I try to live some of the things I have talked about earlier.  I like to think ahead about the possibilities but also the pitfalls of the future. I like to think about what could happen.  I talk to people about change and the future and, while we can certainly learn lessons from the past, I do not dwell on the past.  Finally, I do try to get some down time.  During the last year, that has meant getting out and walking more in my local area than I have done in the past.  In more normal times, that may be watching a game of football at the London Stadium or meeting friends for a drink or dinner.

What are some words you live by? And finally, what does success mean to you?

Personal success to me means leaving the people, organisations and physical environments I interact with in a better place than when I started with them.  Personal development has always been very important to me; education can open many doors. Our enrolment window for the December exams closes on 31 May 2021 and I’d encourage anyone looking to enhance their career to get qualified with the IRM. Risk management offers many opportunities across the globe and not just in banking and financial services.

Risk management has never been so important to the survival of businesses globally. Now is the time to ensure that your staff are current and competent.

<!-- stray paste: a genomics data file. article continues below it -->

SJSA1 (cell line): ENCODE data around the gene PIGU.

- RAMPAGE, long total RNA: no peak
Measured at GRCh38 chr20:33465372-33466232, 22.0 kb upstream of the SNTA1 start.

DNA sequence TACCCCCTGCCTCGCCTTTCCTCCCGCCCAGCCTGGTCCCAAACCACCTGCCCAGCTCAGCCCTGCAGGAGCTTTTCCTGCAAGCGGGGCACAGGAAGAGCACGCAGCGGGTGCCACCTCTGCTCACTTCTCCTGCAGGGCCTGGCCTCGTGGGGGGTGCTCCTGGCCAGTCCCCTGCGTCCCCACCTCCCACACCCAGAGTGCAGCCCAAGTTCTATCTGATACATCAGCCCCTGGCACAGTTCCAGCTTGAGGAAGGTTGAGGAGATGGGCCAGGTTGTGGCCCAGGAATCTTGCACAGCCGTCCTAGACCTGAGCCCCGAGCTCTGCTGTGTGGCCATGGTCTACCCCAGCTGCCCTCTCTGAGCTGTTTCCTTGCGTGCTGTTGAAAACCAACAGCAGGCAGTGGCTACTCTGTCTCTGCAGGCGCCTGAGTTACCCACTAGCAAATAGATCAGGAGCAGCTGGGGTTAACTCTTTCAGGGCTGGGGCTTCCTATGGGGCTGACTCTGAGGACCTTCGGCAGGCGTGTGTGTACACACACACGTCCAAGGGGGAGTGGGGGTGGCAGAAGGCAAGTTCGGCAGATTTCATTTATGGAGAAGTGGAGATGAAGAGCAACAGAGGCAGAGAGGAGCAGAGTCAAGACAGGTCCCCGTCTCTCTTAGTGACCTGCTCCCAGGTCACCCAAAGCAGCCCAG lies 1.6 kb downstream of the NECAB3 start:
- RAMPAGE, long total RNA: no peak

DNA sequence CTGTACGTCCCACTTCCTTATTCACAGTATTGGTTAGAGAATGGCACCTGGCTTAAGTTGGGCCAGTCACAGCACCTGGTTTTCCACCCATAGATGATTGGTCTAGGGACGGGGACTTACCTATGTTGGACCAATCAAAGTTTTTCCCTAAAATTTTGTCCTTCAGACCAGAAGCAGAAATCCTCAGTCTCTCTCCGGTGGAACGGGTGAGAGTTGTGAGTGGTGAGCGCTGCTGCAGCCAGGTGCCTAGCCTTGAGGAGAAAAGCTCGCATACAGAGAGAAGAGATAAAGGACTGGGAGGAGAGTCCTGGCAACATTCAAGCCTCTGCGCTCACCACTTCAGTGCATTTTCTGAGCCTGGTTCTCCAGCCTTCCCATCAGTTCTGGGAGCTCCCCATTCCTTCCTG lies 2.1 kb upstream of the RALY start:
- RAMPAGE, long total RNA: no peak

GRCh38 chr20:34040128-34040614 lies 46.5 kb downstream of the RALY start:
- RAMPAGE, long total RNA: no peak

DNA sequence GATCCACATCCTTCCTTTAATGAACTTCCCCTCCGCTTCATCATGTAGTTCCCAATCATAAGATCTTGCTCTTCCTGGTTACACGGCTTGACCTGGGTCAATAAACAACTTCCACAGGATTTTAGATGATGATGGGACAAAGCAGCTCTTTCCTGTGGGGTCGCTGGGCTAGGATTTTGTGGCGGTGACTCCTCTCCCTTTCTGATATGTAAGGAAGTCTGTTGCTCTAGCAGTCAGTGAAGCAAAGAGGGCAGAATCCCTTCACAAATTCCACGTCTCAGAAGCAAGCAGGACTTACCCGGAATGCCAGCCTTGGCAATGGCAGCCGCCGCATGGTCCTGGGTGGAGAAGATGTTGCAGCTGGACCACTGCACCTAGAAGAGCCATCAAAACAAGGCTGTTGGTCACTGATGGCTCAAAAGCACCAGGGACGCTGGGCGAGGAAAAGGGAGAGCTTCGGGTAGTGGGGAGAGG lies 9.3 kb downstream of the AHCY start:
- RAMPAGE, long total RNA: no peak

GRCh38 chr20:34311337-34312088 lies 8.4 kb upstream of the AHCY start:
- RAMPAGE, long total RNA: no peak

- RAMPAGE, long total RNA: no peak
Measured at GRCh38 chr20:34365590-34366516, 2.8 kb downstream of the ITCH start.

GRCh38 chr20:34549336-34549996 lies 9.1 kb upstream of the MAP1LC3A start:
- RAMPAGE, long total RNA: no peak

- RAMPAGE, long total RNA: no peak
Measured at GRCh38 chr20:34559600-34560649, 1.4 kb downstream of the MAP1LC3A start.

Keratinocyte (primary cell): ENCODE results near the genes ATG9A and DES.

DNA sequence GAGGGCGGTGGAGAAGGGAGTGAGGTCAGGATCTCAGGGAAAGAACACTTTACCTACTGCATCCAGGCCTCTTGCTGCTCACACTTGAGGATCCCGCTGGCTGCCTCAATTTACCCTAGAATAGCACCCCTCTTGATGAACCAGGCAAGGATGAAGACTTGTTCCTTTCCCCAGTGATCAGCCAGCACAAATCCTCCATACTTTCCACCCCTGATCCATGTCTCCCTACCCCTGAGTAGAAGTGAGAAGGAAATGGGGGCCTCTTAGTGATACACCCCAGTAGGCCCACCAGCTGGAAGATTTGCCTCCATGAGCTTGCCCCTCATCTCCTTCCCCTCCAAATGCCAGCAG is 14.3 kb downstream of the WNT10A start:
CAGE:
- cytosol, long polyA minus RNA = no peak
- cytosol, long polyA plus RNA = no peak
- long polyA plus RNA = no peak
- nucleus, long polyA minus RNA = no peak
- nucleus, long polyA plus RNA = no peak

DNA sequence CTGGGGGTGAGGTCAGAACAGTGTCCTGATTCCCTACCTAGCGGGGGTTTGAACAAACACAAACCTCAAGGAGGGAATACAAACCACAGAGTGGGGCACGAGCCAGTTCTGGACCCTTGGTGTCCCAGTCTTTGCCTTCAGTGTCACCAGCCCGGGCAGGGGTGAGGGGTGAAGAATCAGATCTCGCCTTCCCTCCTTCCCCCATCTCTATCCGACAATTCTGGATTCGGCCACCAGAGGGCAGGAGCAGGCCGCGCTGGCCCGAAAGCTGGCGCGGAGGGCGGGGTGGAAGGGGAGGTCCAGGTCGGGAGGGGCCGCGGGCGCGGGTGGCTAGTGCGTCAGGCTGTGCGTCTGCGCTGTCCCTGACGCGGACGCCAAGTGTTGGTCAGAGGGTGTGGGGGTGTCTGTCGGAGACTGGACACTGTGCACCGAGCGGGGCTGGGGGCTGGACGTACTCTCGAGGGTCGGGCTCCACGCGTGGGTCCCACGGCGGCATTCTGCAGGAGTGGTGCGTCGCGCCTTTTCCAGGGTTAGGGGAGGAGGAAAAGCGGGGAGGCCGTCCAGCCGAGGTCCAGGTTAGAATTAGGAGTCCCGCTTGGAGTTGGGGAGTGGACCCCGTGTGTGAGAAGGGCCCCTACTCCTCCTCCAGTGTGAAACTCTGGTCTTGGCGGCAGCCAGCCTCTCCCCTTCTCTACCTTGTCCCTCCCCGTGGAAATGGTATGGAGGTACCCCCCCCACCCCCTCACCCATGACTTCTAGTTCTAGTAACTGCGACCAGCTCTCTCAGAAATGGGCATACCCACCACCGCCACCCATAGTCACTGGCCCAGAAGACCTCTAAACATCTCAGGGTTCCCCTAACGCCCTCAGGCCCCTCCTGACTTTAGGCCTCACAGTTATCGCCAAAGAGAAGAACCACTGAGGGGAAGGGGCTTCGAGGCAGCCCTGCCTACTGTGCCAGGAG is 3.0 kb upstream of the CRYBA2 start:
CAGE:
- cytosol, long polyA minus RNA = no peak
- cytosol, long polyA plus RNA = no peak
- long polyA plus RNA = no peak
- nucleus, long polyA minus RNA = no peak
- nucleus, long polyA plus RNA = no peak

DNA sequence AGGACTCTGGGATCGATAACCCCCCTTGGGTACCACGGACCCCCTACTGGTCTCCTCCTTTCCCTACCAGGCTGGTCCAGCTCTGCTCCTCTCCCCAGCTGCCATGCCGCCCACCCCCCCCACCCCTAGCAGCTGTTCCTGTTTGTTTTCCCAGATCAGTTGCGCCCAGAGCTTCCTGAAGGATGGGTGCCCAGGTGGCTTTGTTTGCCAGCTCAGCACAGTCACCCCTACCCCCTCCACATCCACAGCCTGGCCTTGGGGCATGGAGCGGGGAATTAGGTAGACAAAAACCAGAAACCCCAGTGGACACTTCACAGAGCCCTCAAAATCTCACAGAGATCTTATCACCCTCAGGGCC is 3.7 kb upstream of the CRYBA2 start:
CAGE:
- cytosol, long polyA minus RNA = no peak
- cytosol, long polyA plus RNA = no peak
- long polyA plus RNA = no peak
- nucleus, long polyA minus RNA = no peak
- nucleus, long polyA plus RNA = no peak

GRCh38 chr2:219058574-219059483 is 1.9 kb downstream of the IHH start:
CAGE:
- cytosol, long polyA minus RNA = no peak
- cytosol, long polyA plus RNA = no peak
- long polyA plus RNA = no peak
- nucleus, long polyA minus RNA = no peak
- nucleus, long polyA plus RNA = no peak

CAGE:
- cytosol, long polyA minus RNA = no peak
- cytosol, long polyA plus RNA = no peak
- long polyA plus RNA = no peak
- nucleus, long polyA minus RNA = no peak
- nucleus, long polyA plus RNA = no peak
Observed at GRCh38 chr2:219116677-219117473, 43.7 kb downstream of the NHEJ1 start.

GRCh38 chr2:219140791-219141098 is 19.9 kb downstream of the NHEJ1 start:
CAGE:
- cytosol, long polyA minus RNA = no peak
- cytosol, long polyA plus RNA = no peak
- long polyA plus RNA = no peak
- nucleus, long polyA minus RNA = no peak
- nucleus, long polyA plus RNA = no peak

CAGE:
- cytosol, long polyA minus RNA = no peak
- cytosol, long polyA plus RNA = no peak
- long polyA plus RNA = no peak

About Institute of Risk Management

Chair Stephen Sidebottom

Our new professional Chair Stephen Sidebottom took over the role of IRM Chair on 1st June 2021. Stephen has over 30 years’ international experience of working in HR and Organisation Development primarily in global financial services and in both private and public sectors. He also has nearly 20 years’ experience on the boards of various membership associations.

The enrolment period for the December exams has been extended to 30 June 2021. Enhance your career and earning potential and learn from anywhere in the world by online supported distance learning. Don’t risk it, get qualified. www.theirm.org/quals